Politics remains man's game in Korea

Park Geun-hye will take office as Korea’s first female president Monday. This photo shows her meeting with a group of women in November as part of her presidential campaign.

An hour after being elected Korea's first female president on Dec. 19, Park Geun-hye travelled to her party headquarters in Yeouido, Seoul.

She was greeted by party officials ? mostly men in their 60s. "Park Geun-hye! Daetongryong!" they chanted, repeatedly, yelling the Korean word for president.

Next to her were Chung Mong-joon, one of the nation's richest businessmen, and Hwang Woo-yea, Saenuri Party chairman and five-term lawmaker. She received flowers from Lee Jun-seok, 28, a male venture entrepreneur whom Park presented as the voice of the younger generation.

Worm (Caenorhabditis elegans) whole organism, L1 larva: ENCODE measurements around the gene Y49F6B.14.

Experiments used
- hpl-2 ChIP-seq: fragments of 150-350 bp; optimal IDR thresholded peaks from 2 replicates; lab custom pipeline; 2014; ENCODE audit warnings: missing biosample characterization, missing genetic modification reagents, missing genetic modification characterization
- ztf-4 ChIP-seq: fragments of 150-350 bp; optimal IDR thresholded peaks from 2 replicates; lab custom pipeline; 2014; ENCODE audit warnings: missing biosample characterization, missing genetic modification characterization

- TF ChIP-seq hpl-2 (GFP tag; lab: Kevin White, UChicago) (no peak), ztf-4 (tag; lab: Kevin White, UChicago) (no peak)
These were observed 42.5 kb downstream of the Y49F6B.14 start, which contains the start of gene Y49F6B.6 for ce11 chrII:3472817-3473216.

She then moved to Gwanghwamun Square, where her father, Park Chung-hee, once stood with his lieutenants after staging a military coup on May 16, 1961.

"This election is the victory of you the people. The victory is that of the people's heart emanating from the yearning to overcome crises and revive the economy," she told the crowd.

Her much anticipated victory speech lasted just over a minute, without referring to the one word that defined her presidential campaign: woman.

Meaning of female leader in dispute

Park won the election with the catchphrase a "prepared female leader." Her campaign featured a series of pledges to promote gender equality, protect women from discrimination and violence and boost support for balancing career and motherhood.

The election of the first female head of state may be a milestone in women's empowerment in Korea, according to some observers.